The events we perform at can vary wildly—from the amount of preparation required to the level of excitement among to the guests. Many variables are out of our control, such as whether or not alcohol will be served or if the family is full of introverts. Forming a preconceived notion of how an event will go is a common side effect of discovering details about an gig like those mentioned above. The danger in making these assumptions is letting them affect the level of performance you deliver.
“Oh, there’s no alcohol, there probably won’t be much dancing.”
“The venue is a super stuffy joint, the host will probably be on me all night.”
While there are easy assumptions to make, things are almost never entirely what they seem. While I’ve made plenty of similar predictions about my events, I’ve been wrong equally many times.
Here’s a personal example from last Saturday. The couple for whose wedding I would be entertaining placed a very small emphasis on dancing during our planning meetings, expressing that “if dancing happens, that’s great, but if not then that’s OK too.” At the reception, everything went well throughout the entrances, dinner, and toasts and after the first dance and parent dances were through I started the party to a very small group of dancers. At this point I was faced with a decision: I could kick back and mindlessly cross-fade track to track from my pre-built playlist, knowing that even if there wasn’t a big dance party the client would be satisfied, or I could treat this wedding like I was performing in front of 300 of the most eager wedding guests to exist.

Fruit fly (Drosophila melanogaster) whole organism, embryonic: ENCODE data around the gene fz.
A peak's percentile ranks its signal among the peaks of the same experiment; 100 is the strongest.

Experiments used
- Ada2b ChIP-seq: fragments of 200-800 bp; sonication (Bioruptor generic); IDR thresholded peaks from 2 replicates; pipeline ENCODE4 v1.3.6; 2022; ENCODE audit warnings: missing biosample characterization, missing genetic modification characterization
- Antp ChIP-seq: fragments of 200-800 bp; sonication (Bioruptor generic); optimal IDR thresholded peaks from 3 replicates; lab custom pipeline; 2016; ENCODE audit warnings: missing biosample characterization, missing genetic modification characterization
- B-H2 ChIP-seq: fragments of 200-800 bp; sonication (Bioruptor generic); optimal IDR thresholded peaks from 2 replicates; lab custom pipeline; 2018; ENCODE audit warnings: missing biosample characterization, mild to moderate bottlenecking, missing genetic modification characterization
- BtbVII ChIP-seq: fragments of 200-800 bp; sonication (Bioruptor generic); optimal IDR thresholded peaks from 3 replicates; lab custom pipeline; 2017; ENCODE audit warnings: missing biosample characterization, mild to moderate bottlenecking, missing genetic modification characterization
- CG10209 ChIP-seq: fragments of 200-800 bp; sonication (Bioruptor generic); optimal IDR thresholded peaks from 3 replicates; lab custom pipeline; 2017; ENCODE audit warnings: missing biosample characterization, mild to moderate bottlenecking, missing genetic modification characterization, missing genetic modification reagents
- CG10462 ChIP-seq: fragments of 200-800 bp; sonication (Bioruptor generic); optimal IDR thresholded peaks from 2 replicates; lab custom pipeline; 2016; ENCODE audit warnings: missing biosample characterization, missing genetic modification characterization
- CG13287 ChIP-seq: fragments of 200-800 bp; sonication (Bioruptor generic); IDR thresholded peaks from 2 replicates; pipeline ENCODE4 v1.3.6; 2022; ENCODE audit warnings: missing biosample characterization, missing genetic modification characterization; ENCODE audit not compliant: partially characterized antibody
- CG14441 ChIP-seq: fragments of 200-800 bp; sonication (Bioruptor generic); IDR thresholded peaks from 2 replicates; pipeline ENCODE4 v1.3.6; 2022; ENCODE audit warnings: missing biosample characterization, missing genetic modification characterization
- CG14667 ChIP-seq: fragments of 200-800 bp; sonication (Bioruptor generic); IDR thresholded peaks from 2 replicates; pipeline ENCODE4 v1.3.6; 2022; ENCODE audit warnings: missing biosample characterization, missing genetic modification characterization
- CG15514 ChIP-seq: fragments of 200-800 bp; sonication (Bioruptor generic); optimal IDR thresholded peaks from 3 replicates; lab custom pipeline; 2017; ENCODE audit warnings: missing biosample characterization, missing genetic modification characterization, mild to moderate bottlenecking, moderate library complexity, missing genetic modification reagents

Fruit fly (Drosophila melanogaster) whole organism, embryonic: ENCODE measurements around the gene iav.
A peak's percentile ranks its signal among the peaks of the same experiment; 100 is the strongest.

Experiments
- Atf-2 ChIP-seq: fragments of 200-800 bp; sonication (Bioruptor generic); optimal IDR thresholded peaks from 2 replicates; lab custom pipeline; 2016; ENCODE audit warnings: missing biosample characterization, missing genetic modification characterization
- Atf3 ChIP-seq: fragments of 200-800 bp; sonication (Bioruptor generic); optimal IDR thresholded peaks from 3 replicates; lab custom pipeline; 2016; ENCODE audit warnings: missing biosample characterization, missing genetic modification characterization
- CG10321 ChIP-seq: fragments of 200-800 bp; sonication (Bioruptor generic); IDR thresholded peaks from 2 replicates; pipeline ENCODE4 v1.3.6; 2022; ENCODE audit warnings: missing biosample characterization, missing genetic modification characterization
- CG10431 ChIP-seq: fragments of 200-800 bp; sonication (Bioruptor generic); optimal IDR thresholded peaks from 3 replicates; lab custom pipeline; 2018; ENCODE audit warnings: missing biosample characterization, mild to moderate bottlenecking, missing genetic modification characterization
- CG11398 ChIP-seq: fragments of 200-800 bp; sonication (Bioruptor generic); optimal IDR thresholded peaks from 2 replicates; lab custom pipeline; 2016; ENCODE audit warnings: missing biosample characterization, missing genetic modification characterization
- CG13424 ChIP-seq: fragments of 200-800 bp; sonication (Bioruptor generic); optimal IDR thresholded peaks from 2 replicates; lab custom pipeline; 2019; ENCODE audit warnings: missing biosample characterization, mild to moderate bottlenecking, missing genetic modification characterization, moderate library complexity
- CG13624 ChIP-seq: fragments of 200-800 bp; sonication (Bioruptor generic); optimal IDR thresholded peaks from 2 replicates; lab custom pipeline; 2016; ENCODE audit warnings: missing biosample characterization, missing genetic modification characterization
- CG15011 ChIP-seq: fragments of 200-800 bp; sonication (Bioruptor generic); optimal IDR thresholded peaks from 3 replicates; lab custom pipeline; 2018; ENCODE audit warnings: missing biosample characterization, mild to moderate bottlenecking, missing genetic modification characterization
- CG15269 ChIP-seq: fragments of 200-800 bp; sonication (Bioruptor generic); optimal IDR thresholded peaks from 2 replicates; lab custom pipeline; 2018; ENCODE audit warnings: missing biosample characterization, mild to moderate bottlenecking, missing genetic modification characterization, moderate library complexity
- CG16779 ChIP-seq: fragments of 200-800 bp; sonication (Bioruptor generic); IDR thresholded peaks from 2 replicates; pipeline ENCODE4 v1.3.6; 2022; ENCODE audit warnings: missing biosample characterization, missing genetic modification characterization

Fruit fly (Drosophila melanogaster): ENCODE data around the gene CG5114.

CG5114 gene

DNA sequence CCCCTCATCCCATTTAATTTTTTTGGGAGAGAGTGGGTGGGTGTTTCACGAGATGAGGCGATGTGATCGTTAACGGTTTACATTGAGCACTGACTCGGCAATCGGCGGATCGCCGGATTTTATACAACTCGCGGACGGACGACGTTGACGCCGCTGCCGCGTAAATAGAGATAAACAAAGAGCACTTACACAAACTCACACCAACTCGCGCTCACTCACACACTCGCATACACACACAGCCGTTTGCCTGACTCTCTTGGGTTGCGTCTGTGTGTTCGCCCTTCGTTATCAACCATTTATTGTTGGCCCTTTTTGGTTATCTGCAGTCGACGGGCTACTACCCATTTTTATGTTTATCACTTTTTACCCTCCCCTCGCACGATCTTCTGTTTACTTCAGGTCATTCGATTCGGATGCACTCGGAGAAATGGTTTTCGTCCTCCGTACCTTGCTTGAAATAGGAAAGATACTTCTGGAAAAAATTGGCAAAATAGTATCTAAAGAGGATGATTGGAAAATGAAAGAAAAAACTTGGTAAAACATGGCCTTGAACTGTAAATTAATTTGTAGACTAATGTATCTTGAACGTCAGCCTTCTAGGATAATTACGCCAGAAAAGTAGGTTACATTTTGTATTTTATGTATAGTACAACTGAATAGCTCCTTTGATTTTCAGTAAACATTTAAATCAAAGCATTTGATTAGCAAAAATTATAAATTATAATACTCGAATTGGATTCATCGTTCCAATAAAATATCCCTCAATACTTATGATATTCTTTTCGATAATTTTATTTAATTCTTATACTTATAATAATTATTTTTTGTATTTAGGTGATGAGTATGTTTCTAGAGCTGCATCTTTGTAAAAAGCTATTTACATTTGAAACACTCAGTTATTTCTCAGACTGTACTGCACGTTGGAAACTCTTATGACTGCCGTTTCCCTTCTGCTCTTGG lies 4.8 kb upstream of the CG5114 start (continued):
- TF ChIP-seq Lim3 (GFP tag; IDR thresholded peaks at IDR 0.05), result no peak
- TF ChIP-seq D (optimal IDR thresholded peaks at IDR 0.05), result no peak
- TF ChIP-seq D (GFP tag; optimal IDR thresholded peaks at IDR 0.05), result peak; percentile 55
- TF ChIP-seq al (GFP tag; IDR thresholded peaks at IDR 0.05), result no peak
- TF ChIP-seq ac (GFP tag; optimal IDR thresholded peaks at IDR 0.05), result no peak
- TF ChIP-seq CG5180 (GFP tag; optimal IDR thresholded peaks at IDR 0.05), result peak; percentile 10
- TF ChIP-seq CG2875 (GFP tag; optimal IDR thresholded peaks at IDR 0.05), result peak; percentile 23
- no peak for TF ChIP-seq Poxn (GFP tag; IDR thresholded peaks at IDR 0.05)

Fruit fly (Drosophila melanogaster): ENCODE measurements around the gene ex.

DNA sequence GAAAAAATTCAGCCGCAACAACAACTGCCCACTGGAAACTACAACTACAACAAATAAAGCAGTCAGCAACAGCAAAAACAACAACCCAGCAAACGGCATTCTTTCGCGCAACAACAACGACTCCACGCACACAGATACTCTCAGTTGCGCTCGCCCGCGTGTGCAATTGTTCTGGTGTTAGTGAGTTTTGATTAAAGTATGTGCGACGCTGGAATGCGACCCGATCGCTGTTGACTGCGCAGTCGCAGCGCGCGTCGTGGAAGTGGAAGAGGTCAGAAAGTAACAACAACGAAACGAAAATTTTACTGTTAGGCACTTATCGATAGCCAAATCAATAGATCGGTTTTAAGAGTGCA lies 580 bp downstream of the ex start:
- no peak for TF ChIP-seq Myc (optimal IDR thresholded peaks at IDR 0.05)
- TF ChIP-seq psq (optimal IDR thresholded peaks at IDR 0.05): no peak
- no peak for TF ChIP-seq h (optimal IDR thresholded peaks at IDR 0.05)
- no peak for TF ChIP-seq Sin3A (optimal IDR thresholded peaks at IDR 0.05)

The first option tempted me for just a split second, but I took a chance and decided to give this wedding all the effort I would give any other event. I slammed hit after hit together while actively encouraging the guests over the microphone, and guess what? Slowly, timidly, the guests started grabbing each other and making their way to the dance floor. What could have very well been a mildly energetic party turned into a yelling, laughing, singing mosh pit of people that within 15 minutes were tossing the bride and groom into the air in the middle of the dance floor.
It’s so easy to take shortcuts, but over-delivering on the experiences you offer creates ecstatic clients and generates quality referrals for years to come. Choose to always perform at 100% and you’ll be surprised at the results.
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